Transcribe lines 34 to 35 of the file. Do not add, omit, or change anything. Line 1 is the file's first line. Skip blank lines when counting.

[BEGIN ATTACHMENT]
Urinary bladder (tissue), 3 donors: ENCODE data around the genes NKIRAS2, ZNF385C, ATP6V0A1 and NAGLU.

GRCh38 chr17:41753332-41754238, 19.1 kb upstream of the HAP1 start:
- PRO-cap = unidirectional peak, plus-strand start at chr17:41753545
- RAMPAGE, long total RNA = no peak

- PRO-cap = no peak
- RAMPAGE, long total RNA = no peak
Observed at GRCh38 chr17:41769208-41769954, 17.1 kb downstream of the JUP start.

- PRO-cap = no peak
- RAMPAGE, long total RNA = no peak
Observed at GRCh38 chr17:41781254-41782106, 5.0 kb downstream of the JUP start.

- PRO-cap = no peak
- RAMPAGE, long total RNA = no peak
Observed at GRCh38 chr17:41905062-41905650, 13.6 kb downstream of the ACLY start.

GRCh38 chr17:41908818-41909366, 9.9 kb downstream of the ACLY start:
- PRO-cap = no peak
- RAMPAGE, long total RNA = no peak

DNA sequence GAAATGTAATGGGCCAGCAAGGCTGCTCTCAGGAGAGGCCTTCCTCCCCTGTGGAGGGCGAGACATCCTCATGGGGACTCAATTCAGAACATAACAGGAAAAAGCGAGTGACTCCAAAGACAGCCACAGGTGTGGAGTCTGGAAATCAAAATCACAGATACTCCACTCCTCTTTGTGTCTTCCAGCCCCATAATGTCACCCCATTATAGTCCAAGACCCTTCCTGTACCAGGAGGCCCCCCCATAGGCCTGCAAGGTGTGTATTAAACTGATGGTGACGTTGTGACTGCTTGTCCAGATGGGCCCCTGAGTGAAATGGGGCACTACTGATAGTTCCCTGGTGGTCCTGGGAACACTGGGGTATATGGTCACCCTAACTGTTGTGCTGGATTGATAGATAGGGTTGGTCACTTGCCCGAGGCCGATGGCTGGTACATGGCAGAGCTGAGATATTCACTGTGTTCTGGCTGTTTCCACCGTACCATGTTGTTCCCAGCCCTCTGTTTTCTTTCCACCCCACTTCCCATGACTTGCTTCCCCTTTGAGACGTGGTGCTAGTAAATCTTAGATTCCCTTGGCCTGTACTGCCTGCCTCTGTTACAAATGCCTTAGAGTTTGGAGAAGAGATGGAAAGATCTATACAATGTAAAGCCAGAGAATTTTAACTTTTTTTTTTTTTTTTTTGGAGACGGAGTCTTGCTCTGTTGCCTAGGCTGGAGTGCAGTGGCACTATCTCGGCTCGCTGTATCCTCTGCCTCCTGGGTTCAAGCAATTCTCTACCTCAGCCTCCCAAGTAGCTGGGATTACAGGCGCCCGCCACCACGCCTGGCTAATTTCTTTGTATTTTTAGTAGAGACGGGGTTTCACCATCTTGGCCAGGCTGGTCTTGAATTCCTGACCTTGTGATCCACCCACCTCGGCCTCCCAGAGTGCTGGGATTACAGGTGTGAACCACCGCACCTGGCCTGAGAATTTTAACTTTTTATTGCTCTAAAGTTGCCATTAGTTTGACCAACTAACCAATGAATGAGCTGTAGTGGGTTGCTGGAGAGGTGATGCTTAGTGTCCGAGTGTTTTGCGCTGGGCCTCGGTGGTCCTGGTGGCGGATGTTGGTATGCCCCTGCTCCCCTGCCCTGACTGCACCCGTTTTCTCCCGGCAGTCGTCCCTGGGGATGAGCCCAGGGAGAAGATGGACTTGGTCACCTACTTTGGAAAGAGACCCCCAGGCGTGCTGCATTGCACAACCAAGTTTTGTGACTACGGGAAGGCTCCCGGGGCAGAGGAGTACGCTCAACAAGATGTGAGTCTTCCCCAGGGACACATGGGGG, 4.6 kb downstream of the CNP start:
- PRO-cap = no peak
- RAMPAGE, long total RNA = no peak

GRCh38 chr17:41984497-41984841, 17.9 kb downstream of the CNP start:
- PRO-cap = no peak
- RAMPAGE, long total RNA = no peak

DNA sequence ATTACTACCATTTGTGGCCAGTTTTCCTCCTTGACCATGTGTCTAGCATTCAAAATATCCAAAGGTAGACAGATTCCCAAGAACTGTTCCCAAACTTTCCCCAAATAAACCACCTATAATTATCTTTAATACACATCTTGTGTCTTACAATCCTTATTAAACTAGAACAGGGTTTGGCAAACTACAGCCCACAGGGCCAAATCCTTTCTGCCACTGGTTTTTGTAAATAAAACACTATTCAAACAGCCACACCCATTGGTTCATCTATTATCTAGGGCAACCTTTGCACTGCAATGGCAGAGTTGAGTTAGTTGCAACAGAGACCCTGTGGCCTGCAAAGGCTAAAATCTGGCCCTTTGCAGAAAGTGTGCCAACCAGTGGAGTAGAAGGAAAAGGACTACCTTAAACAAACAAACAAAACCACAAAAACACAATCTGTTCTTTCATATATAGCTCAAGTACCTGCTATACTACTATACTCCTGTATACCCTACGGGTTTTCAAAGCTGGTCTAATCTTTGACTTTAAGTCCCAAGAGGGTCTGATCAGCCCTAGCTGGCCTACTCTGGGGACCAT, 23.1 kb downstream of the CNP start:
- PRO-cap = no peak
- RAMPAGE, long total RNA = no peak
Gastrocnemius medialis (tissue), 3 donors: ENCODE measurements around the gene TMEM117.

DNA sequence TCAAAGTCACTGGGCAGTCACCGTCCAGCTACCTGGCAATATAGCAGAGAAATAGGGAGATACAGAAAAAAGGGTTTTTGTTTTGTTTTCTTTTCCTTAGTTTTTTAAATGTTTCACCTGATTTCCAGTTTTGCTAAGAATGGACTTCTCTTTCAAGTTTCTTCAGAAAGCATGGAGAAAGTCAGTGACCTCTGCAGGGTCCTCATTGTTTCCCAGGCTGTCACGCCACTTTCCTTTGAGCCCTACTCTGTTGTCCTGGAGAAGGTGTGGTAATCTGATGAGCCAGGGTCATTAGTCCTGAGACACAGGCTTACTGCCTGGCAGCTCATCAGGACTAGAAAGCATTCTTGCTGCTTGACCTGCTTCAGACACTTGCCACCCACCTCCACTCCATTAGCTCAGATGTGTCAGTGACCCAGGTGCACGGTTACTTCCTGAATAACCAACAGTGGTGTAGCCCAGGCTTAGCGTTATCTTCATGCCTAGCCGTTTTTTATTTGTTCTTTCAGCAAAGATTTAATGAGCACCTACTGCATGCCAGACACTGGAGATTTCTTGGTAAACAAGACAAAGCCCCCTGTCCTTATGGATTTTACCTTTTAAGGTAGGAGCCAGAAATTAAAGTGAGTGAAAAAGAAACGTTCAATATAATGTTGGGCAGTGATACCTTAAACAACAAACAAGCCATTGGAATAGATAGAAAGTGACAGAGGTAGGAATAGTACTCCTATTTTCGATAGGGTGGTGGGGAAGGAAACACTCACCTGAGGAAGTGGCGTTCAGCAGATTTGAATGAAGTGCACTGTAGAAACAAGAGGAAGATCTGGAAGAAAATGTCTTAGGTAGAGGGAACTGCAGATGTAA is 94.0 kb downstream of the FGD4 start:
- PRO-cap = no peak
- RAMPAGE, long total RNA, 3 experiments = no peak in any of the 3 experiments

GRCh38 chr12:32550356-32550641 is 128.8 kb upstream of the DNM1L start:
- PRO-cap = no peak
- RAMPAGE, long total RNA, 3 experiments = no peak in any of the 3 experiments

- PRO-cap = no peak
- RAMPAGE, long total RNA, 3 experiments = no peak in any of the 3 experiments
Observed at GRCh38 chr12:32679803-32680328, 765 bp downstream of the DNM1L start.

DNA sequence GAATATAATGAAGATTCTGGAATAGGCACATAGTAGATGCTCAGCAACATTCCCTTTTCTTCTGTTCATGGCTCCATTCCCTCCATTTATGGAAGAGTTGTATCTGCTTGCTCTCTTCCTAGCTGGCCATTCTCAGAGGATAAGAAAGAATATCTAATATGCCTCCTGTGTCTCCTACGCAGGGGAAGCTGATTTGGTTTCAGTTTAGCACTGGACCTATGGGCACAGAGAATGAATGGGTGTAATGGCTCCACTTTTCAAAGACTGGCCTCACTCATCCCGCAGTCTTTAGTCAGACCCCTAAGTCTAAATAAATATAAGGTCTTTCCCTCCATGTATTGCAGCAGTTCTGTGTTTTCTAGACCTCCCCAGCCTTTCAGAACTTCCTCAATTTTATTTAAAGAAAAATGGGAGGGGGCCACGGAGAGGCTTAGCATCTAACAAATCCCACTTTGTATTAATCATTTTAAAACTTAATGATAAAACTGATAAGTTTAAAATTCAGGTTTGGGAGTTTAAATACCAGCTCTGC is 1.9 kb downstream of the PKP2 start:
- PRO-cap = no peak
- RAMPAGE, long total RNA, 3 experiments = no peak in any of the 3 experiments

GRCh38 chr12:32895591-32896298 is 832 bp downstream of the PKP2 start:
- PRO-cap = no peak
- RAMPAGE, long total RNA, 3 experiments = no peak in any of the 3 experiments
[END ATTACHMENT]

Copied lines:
- RAMPAGE, long total RNA, 3 experiments = no peak in any of the 3 experiments
Observed at GRCh38 chr12:32679803-32680328, 765 bp downstream of the DNM1L start.